Siem Reap Part 1: The Temples

 This is about that one time about a week ago that I went to Cambodia and saw a lot of rocks.

Part 2: Food | Part 3: Out & around

Siem Reap is all about the ancient temples, so with six days to spend over here in the tourist city of Cambodia, we bought the three-day pass for $40 per person. This pass allowed us to visit any temple within the Angkor Archaeological Park (with some exceptions for temples further away). By the eighth temple, the ruins of the mythical and grand sanctuaries of the Khmer gods have started melting under the heat and looking like a pile of similar rocks to me. Analyzing the maps I thought it was possible to walk from one temple to the next, since they were located very near to each other, but in reality it was a workout even getting from one end of the temple to the other end, not to mention the steep climbs and scorching heat. Between temples our tuk-tuk driver took us across country roads and through Angkor forests.

1. Angkor Wat
This is the first temple we visited so it inspired wonder and awe. In my excitement to visit this great landmark I bought a guidebook in a hurry [Ancient Angkor] for $20 which is probably 400% more expensive than I could have gotten it if I took my time under the invading sun and bargained good-naturedly. Angkor Wat is constantly surrounded by its moat, as without the water, its foundations would shrivel up and the whole centuries-old complex would collapse. Contemporary buildings in Siem Reap are not allowed to be taller than the Angkor Wat.


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2. Bayon
The Bayon temple which is located in Angkor Thom is instantly recognizable by its face-towers. The face-towers are so numerous that they have no special meaning whatsoever, hence supporting my theory that the ancient Angkorians were perpetually high.

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3. Ta Keo
The third temple before lunch, we were so hungry that being confronted with steep stairs leading up to another bunch of rocks made us turn away immediately and ask our tuk-tuk driver to bring us to the nearest lunch stop (it was a tourist trap but whatever).

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4. Ta Prohm
Ta Prohm is my favourite temple because it made me feel like an explorer, the kind that goes around lurking in temples thinking there’s treasure to be found. Ta Prohm is left the way it was when it was discovered and no restoration has been carried out here. The trees intertwine with the rubble as obstacles of fallen gopuras block my destined path. It is probably a rather dangerous site to visit.

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5. Banteay Kdei
ANOTHER TEMPLE? Huh, okay. Before we even made the 200m journey into the complex we were stopped by vendor children selling 1-dollah bracelets and postcards. My mother bought 10-dollars worth of stuff while my brother was just plain annoyed and sick of temples so we trudged quickly across the ruin. There were even vendors inside the complex so we were running away from them, as quickly as possible to get to the safety of our tuk-tuk.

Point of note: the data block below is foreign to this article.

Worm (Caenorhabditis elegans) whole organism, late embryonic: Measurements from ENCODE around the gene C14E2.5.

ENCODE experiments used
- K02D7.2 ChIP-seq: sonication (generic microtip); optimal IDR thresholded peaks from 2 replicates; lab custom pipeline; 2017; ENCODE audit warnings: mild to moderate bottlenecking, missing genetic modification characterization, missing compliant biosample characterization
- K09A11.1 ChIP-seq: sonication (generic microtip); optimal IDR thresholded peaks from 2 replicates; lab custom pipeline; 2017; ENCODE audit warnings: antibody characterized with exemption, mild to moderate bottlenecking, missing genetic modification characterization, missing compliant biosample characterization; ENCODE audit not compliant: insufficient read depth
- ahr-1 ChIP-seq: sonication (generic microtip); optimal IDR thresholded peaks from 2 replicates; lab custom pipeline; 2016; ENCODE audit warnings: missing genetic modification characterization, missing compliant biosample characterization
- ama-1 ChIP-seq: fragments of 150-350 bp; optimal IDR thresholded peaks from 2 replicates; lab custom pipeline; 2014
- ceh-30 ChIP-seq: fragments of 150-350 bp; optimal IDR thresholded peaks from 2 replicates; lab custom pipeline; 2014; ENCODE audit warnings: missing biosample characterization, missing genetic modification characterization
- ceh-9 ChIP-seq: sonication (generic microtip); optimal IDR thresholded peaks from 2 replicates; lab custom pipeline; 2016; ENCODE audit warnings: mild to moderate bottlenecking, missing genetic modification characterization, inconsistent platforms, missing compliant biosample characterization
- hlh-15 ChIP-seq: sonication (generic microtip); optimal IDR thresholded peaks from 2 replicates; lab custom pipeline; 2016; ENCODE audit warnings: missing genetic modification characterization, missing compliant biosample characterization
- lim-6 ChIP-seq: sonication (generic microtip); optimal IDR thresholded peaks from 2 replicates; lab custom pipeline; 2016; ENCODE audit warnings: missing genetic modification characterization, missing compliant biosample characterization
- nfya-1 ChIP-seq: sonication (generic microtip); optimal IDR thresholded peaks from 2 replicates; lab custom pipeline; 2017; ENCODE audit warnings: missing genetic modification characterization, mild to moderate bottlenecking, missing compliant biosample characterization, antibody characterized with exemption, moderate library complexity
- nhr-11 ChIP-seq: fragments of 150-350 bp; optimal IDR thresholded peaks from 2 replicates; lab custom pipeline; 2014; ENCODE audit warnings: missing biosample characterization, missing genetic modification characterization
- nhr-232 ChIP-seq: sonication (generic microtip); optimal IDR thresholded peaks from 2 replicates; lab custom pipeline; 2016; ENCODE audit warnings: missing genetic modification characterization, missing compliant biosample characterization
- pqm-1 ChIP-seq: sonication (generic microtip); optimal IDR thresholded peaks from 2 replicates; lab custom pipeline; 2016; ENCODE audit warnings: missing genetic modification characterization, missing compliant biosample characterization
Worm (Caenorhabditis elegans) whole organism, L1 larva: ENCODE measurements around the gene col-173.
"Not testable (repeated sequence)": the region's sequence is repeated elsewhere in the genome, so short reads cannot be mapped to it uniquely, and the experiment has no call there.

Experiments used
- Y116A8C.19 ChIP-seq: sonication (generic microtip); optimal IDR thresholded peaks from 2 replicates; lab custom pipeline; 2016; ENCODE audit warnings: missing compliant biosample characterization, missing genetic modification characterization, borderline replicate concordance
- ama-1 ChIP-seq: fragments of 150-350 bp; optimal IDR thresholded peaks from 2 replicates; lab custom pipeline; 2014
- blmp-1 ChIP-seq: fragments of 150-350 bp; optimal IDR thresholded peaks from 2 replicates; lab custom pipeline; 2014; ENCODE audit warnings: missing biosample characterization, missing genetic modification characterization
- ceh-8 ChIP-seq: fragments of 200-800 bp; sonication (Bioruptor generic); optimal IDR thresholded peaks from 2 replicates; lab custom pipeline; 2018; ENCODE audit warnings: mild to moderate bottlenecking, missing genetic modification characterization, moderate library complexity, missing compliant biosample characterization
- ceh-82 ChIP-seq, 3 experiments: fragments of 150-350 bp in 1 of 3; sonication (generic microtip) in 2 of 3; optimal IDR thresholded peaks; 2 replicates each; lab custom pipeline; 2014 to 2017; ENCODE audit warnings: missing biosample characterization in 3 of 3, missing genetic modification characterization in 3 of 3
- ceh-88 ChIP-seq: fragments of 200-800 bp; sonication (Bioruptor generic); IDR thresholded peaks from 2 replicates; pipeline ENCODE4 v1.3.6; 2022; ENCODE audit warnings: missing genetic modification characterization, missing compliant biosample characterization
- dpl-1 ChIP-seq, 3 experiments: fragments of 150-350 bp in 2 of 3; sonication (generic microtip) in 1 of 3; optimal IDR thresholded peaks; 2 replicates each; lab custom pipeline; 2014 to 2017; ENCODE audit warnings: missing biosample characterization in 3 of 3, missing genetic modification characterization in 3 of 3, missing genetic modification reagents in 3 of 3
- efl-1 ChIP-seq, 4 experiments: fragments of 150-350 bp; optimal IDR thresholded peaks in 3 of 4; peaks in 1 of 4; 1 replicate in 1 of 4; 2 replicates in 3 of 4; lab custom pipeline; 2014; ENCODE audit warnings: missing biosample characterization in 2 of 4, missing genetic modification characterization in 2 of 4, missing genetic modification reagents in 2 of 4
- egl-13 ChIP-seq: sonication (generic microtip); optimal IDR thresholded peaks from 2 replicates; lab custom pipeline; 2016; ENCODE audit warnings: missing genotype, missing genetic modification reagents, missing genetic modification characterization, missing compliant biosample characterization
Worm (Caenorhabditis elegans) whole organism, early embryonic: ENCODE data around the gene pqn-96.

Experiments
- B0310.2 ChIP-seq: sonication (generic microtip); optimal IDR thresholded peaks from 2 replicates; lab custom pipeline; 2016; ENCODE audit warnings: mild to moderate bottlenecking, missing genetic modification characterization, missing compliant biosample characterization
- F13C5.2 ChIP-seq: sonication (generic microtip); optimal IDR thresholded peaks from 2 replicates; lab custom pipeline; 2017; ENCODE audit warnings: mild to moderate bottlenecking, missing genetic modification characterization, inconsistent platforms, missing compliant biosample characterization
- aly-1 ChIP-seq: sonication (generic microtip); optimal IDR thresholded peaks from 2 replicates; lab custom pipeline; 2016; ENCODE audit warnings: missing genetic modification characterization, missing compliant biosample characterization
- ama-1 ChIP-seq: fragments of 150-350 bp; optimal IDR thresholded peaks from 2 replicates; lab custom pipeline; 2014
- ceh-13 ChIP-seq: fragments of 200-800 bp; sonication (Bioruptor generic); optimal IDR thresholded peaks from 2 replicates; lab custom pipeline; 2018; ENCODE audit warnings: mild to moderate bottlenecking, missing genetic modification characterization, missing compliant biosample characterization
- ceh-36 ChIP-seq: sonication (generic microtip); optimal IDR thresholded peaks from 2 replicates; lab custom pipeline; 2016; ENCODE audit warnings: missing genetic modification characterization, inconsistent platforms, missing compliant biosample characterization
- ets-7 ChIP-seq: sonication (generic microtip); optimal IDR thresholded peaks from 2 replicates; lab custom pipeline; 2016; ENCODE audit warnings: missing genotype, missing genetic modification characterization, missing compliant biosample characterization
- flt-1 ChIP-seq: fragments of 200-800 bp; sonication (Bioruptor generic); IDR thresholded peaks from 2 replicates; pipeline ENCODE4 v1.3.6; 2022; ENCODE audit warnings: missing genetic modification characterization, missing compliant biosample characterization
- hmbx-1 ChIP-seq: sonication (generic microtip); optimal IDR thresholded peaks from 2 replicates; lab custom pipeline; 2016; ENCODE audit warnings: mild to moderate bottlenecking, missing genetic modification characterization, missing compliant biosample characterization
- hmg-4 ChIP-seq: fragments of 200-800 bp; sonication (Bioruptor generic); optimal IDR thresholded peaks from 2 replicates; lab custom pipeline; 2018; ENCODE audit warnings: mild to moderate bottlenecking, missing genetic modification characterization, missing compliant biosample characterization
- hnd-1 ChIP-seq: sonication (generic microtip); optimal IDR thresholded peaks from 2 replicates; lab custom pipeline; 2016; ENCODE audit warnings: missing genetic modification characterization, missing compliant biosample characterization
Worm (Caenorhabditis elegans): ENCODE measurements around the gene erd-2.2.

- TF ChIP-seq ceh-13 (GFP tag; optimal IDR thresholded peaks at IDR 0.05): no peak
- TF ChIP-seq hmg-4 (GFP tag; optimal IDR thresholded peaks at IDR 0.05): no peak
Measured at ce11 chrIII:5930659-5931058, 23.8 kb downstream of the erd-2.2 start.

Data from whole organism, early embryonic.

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DSC_08952 The next day….

6. Banteay Srei
Honestly, I had half a mind to suggest cancelling today’s temple trip and chillax in our hotel watching Cartoon Network or go shopping in town instead. The anticipation of dust of the temples plus the rain made me lazy. But we set off anyway, to Banteay Srei which is quite far from the main temple circuits of the Angkor Archaeological Park. It was about 30km away, and our tuk-tuk drove at a nice speed of 30km/h. The one-hour trip was not made any more pleasant by the need to balance between wanting to sleep and the fear of falling off the tuk-tuk. Banteay Srei is supposed to be pink, in the guidebooks, but the real site was more of a deep rose colour, which I guess is a variation of pink. It is the most intricately carved temple and also the smallest in scale, relative to the previous temples visited. The temple felt like a miniature for children or dwarves or hobbits.

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7. East Mebon
Another temple-mountain. This temple had holes everywhere, at first I thought it used to be flooded with water, like what the city of Atlantis would look like, but actually the holes were there to aid with the covering of the temple walls with stucco, a kind of decorative plaster which has all but disappeared now.

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8. Ta Som
Ta Som is like the offspring of Bayon and Ta Prohm, rocks in a disarray everywhere, the occasional tree, and also the occasional face.

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9. Angkor Wat
On the third day after a traditional Cambodian lunch (complete with a deadly frog that can blind you with its pee and a rare blue-speckled lizard that sells for hundreds of dollars) we went back to Angkor Wat. Today it was breezy and less crowded, and we hung out at the complex for a few hours. I was listening to music from my travel mixtape and walking through pillared galleries and hopping across the exterior of the buildings and it felt downright awesome. We watched people: eager tourists and tour guides explaining the features of the Angkor Wat in foreign tongues, locals and their children sitting within the view of the towers, monks in orange with high-tech DSLRs and smartphones. It was really nice and if I were a Cambodian I would go hang out there every weekend too (since Cambodians get in for free) and immerse myself in the grandeur of the Angkor Wat again and again.

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